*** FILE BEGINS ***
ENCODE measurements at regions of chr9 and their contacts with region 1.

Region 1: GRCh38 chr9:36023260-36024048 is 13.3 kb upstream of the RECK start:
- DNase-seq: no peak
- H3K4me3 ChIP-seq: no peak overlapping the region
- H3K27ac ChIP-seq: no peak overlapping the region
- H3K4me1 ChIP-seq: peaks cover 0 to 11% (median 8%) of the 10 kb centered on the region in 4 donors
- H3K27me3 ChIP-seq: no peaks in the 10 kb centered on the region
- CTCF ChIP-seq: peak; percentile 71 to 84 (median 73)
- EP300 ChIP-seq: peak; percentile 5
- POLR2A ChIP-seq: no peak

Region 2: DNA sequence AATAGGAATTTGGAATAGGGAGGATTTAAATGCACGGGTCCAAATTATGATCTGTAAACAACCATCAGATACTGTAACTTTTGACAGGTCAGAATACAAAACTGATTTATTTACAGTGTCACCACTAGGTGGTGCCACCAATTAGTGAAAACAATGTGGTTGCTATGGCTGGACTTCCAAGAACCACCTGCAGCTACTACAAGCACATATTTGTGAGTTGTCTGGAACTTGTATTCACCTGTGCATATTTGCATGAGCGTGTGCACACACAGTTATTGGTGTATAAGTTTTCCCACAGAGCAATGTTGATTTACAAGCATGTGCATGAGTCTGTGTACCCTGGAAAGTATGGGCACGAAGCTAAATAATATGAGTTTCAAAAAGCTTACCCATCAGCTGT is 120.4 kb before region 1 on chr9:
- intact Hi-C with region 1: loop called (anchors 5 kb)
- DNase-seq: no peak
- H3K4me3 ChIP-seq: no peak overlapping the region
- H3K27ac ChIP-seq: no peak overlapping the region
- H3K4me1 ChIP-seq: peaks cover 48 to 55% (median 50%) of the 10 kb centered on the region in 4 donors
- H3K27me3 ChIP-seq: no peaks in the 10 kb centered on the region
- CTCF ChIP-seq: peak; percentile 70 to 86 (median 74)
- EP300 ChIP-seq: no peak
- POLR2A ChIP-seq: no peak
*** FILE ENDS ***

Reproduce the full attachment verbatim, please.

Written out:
ENCODE measurements at regions of chr9 and their contacts with region 1.

Region 1: GRCh38 chr9:36023260-36024048 is 13.3 kb upstream of the RECK start:
- DNase-seq: no peak
- H3K4me3 ChIP-seq: no peak overlapping the region
- H3K27ac ChIP-seq: no peak overlapping the region
- H3K4me1 ChIP-seq: peaks cover 0 to 11% (median 8%) of the 10 kb centered on the region in 4 donors
- H3K27me3 ChIP-seq: no peaks in the 10 kb centered on the region
- CTCF ChIP-seq: peak; percentile 71 to 84 (median 73)
- EP300 ChIP-seq: peak; percentile 5
- POLR2A ChIP-seq: no peak

Region 2: DNA sequence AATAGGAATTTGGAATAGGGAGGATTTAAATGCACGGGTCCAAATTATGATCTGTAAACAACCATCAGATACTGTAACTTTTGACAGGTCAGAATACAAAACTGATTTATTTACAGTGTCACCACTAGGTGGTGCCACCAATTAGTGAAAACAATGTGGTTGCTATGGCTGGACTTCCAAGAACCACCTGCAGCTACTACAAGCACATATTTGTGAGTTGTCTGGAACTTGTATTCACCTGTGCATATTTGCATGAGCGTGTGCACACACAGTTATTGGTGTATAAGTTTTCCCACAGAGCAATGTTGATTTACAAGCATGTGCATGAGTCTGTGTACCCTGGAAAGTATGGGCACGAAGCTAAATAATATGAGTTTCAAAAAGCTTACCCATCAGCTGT is 120.4 kb before region 1 on chr9:
- intact Hi-C with region 1: loop called (anchors 5 kb)
- DNase-seq: no peak
- H3K4me3 ChIP-seq: no peak overlapping the region
- H3K27ac ChIP-seq: no peak overlapping the region
- H3K4me1 ChIP-seq: peaks cover 48 to 55% (median 50%) of the 10 kb centered on the region in 4 donors
- H3K27me3 ChIP-seq: no peaks in the 10 kb centered on the region
- CTCF ChIP-seq: peak; percentile 70 to 86 (median 74)
- EP300 ChIP-seq: no peak
- POLR2A ChIP-seq: no peak